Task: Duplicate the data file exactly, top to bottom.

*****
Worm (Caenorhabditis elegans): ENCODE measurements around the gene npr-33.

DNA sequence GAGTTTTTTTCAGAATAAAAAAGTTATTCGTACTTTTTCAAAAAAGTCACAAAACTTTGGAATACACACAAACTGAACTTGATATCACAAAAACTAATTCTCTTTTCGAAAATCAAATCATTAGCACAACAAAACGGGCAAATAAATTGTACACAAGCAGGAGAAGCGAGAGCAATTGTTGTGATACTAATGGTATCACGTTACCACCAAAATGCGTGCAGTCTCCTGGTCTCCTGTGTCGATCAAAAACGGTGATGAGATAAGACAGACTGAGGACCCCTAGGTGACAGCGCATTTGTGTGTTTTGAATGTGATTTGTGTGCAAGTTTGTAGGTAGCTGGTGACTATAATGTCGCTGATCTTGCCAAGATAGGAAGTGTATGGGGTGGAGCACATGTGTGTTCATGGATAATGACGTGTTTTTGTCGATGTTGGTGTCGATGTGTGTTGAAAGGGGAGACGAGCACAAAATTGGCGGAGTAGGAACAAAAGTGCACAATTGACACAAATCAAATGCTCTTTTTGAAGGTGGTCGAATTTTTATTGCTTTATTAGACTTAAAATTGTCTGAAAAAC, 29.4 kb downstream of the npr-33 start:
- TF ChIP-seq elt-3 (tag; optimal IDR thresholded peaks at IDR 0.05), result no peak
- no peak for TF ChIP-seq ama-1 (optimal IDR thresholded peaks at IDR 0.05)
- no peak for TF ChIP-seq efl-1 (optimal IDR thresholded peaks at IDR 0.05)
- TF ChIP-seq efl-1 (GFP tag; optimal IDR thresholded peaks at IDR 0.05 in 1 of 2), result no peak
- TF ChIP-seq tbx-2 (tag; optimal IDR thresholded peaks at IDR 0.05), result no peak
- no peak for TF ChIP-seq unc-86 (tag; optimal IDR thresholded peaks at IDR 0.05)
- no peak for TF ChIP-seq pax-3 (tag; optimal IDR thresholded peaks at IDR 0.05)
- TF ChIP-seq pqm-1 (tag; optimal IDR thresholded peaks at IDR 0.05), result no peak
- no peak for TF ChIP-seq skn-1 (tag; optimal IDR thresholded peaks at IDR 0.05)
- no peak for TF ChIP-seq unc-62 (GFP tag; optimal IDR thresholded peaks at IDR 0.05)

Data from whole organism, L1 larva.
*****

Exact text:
Worm (Caenorhabditis elegans): ENCODE measurements around the gene npr-33.

DNA sequence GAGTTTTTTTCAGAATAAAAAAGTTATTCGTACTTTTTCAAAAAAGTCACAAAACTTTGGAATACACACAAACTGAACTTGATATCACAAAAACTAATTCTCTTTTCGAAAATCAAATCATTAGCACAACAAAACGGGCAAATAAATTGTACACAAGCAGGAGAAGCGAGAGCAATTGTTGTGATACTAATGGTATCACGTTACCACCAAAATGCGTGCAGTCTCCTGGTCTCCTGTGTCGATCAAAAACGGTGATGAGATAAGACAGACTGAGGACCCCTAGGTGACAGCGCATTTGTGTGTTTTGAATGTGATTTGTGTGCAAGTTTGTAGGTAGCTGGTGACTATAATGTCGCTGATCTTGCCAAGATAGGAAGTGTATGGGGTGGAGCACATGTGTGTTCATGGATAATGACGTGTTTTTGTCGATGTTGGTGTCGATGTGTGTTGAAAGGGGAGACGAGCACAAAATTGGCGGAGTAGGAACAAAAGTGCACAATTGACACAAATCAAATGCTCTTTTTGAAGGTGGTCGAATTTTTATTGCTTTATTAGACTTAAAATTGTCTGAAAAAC, 29.4 kb downstream of the npr-33 start:
- TF ChIP-seq elt-3 (tag; optimal IDR thresholded peaks at IDR 0.05), result no peak
- no peak for TF ChIP-seq ama-1 (optimal IDR thresholded peaks at IDR 0.05)
- no peak for TF ChIP-seq efl-1 (optimal IDR thresholded peaks at IDR 0.05)
- TF ChIP-seq efl-1 (GFP tag; optimal IDR thresholded peaks at IDR 0.05 in 1 of 2), result no peak
- TF ChIP-seq tbx-2 (tag; optimal IDR thresholded peaks at IDR 0.05), result no peak
- no peak for TF ChIP-seq unc-86 (tag; optimal IDR thresholded peaks at IDR 0.05)
- no peak for TF ChIP-seq pax-3 (tag; optimal IDR thresholded peaks at IDR 0.05)
- TF ChIP-seq pqm-1 (tag; optimal IDR thresholded peaks at IDR 0.05), result no peak
- no peak for TF ChIP-seq skn-1 (tag; optimal IDR thresholded peaks at IDR 0.05)
- no peak for TF ChIP-seq unc-62 (GFP tag; optimal IDR thresholded peaks at IDR 0.05)

Data from whole organism, L1 larva.